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As I am half Cuban (on my Mom's side) I grew up enjoying traditional Cuban food. Ropa Vieja (pulled/stewed beef with vegetables), Bistec Empanizado (breaded & fried steak), Picadillo (ground beef with olives and vegetables), Emapandas (pockets of goodness), Tostones (double fried plantains), Flan (a sweet custard), Arroz con Frijoles (rice & beans) and much more were just a few of my favorites! While my mom would make these at home my Uncle Nobel actually owns an authentic Cuban restaurant, El Oriental de Cuba, in Jamaica Plain, MA. This was such a treat to visit as we got to taste just about everything on the menu. When I transitioned to a plant based lifestyle I missed out on many of the classic dishes I once enjoyed. While we still eat "arroz con frijoles" (rice & beans) very often, along with sweet plantains and cuban salads, I missed out on the flavor packed meat based dishes. After attending a session with The Culinary Nutrition Collaborative and Lourdes Castro talking about Cuban Cuisine I realized it was about time I get back to my roots and make some authentic (but plant-based) Cuban food. So I called up my mom for my favorite recipe.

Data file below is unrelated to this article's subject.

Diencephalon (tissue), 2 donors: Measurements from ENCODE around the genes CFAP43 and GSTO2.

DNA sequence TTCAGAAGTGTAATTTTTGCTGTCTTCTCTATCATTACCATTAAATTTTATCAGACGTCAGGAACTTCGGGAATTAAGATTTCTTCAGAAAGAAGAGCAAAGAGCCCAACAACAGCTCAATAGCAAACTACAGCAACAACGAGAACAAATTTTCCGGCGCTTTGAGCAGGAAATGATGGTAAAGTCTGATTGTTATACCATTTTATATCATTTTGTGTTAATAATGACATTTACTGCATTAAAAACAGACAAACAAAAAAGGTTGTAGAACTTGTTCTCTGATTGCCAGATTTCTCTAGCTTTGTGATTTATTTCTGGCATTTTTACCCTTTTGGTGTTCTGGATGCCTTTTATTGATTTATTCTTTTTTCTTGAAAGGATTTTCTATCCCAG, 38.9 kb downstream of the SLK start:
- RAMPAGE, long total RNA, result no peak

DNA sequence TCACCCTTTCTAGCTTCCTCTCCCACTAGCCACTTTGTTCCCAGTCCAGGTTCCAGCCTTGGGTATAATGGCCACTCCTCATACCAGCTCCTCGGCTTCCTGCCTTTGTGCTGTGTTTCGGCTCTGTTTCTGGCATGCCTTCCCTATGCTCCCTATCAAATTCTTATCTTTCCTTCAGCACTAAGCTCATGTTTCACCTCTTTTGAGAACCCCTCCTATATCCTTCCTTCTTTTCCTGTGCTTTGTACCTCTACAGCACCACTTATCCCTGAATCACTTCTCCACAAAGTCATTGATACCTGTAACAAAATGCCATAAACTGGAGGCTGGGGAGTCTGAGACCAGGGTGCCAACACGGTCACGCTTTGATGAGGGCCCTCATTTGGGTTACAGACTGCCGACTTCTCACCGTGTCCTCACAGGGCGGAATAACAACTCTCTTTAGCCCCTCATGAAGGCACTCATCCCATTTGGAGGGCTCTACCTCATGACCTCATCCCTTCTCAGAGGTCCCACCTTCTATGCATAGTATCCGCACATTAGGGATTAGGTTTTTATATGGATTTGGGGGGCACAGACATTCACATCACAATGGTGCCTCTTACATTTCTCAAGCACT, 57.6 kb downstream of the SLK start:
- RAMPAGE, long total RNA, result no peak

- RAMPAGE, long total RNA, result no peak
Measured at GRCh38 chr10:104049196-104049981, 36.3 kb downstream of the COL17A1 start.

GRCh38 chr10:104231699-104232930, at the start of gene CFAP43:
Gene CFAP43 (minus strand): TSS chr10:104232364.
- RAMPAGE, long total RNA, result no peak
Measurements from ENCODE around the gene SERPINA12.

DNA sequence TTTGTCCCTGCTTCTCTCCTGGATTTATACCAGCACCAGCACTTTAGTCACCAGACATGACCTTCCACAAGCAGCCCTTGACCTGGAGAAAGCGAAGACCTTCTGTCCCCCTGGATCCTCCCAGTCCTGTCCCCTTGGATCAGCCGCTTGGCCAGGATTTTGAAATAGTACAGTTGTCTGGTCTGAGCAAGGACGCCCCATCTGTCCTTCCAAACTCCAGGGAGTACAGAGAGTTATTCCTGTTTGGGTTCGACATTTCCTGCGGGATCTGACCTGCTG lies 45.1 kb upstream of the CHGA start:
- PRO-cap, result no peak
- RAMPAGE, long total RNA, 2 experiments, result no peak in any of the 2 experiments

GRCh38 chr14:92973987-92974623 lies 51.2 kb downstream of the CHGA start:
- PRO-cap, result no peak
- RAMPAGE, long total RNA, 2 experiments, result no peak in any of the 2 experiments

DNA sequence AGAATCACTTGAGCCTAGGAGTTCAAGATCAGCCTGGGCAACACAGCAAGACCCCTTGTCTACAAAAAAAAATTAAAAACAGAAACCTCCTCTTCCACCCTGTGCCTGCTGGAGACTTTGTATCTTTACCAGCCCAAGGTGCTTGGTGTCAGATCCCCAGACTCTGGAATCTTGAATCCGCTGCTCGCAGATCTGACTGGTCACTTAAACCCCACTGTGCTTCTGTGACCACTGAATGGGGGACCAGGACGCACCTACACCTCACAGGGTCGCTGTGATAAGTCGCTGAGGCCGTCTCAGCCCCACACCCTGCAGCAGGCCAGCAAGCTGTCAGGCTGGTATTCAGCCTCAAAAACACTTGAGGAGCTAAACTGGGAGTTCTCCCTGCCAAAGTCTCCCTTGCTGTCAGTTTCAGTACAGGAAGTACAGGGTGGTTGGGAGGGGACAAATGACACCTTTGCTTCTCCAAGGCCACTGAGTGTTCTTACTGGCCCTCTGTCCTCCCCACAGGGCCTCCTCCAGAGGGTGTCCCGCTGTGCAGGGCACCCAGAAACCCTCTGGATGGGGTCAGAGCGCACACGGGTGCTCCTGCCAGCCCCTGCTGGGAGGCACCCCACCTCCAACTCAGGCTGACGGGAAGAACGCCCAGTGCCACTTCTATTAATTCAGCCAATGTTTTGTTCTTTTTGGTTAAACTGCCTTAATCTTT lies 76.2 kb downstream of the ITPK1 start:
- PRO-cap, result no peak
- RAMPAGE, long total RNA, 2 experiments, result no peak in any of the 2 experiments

My Uncle's Restaurant! *Only open for take out currently due to COVID :(

The Authentic Cuban Picadillo Recipe...

Me: Hey Mom, can you send me your traditional Picadillo recipe? I want to try and make it vegan...

Mom: Well I don't have a recipe but I can tell you how to make it if you grab a pen!

Me: Ok go


First get some ground beef...

Season with salt & pepper, garlic powder & cumin

Add some lemon juice, I don't know why by just do it.

Add some olive oil to the skillet and brown the meat...